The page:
Ghana today joins the rest of the world to mark World Kidney Day with a focus on children.

The theme for today’s advocacy is: ‘Kidney Disease and Children; Act Early to Prevent It!”.

The day is being marked to draw attention to inborn and acquired disorders of kidney in children.

Statistics indicate that ten percent of the world population is documented to be living with kidney related conditions.

Kidney failure occurs when the kidneys no longer remove wastes from the blood or controls salts in the body.

As the world comes together to mark the day, here are some tips on how to spot kidney failure in children.

1.Urinating more often or less often

2. Feeling very tired

3. Losing appetite

4. Getting sick to the stomach or vomiting

5. Have swelling in hands or feet

6. Feeling itchy or numb

7. Having darkened skin

8. Having muscle cramps

Kidney Failure Diagnosis

However, because some ongoing kidney problems do not have obvious symptoms, your child's doctor may find a disorder during routine tests or exams, seattlechildrens.org has said.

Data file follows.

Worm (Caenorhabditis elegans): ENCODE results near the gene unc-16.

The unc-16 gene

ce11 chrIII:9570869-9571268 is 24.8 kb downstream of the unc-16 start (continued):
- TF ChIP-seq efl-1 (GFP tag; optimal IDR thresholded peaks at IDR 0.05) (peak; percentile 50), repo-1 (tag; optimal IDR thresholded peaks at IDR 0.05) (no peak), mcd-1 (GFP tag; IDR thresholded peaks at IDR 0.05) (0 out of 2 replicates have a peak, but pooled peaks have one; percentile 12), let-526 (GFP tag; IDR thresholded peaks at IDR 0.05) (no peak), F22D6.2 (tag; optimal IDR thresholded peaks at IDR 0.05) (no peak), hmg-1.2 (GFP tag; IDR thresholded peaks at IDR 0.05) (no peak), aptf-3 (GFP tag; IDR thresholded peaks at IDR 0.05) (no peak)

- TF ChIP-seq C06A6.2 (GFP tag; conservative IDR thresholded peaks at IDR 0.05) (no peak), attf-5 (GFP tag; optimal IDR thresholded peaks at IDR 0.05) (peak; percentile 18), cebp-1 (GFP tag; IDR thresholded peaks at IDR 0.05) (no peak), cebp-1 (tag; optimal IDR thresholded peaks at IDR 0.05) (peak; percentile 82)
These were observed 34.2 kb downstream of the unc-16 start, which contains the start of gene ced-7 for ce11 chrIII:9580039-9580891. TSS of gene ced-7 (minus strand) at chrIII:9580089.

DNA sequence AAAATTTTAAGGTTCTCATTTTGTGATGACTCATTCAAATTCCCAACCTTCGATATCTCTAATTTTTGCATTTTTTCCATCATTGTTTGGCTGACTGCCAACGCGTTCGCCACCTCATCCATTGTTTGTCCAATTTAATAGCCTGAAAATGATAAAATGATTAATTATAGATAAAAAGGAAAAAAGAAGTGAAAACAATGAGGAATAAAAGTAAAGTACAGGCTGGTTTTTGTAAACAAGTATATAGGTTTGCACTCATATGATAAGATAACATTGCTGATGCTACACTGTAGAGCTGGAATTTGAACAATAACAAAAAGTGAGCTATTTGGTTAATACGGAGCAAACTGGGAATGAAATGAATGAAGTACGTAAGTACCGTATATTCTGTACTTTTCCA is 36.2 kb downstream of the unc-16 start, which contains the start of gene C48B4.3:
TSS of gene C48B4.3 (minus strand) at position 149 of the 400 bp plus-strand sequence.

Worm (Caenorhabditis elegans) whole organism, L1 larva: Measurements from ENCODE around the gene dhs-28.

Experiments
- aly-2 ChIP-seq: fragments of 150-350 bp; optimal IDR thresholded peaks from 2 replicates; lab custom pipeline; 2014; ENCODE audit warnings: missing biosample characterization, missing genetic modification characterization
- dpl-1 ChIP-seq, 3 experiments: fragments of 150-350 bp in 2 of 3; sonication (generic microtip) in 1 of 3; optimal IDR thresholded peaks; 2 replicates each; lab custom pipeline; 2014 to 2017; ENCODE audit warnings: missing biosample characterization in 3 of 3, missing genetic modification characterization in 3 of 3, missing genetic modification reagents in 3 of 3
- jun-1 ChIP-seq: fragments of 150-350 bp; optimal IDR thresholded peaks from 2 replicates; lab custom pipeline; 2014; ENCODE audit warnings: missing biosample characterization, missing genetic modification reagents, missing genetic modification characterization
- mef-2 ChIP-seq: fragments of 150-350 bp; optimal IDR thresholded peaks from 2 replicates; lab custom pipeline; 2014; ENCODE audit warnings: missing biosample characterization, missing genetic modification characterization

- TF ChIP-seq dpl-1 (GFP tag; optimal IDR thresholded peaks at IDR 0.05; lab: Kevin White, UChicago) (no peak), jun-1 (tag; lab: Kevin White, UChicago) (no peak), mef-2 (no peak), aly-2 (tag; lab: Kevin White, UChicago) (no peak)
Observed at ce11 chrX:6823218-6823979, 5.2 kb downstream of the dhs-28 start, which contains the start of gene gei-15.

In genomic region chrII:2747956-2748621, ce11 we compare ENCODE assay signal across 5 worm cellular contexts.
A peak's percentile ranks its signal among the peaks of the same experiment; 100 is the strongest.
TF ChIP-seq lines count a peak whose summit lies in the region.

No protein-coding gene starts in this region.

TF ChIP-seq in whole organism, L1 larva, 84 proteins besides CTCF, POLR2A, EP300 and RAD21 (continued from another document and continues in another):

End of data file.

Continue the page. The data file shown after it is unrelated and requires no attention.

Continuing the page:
The doctor might therefore check the following in your child:

Your child's blood pressure

The amount of a protein called albumin in your child's urine, as that might cause trouble.

The amount of a waste product called creatinine in your child's blood.

Treatment for Kidney failure in Children

Every child has their own form of treatment based on their health and condition.

Doctors say children with sudden (acute) kidney failure often need dialysis treatments until their kidneys begin to work again.

But, children with ongoing (chronic) kidney failure need dialysis or a kidney transplant

Parents are advised to provide children affected with a low-protein diet and to restrict their use of salt to help slow the build-up of wastes in the blood.